Padugada village, Dhanbad, Jharkhand | Bharti Kumari
Karma and Jitiya festivals are very important to the Kurmi community. Unmarried girls pray for their brothers during Karma which is celebrated around August 11, while Jitiya, which is the occasion for married women to pray for the well-being of their children, follows 12 days later. An important ritual is the sprouting of nine different types of grain in an earthen pot. Then we fast the next day, cook up a fest the day after, and take it up to Tulsi hill to offer it along with our prayers. We are following in the traditions of our forefathers, who did the same by praying for our welfare.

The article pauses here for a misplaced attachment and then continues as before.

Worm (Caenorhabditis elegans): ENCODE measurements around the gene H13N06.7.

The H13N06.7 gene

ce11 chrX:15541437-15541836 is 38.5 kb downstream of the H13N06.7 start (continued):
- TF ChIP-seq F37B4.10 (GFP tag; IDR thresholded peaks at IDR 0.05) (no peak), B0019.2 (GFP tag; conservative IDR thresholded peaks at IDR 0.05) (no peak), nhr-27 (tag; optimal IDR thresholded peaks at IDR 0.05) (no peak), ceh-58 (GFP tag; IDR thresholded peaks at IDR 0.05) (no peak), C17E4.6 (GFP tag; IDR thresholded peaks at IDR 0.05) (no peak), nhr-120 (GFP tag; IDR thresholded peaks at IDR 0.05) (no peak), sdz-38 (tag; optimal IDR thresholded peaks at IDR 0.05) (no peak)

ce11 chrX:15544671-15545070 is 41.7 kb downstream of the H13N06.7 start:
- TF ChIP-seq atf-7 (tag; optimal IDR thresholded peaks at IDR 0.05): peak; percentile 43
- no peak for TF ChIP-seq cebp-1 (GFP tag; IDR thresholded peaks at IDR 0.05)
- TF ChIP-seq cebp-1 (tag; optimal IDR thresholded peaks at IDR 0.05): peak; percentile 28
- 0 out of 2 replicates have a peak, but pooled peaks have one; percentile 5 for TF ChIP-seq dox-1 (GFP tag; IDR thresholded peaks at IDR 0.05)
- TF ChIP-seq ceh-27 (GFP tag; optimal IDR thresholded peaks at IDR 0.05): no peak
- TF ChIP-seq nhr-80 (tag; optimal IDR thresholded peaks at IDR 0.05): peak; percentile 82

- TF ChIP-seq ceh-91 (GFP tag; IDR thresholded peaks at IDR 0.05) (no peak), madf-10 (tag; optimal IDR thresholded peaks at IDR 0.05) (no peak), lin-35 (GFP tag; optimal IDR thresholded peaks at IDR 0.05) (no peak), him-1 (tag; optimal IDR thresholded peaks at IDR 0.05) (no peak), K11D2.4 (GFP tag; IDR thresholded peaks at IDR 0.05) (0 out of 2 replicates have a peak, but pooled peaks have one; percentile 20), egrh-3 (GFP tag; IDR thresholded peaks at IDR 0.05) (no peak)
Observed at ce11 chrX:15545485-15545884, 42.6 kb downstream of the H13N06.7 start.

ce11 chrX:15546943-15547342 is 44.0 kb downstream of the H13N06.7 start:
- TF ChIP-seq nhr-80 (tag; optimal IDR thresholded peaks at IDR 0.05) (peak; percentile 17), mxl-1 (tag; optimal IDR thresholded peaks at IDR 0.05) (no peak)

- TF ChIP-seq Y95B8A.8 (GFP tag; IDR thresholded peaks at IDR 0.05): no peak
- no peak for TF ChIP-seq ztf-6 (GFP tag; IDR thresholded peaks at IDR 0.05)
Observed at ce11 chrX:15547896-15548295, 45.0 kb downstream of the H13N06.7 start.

This video was made by a Video Volunteers Community Correspondent Bharti Kumari. Community Correspondents come from marginalised communities in India and produce videos on unreported stories. These stories are ’news by those who live it.’ They give the hyperlocal context to global human rights and development challenges. See more such videos at www.videovolunteers.org. Take action for a more just global media by sharing their videos and joining in their call for change.
Applauds for our Community Corresspondent Satya Banchor! He acted as a strong catalyst in bringing about this change in the lives of the poor tribals.
A 40-day long festival celebrated as a distinct art form in Mewar area of southern Rajasthan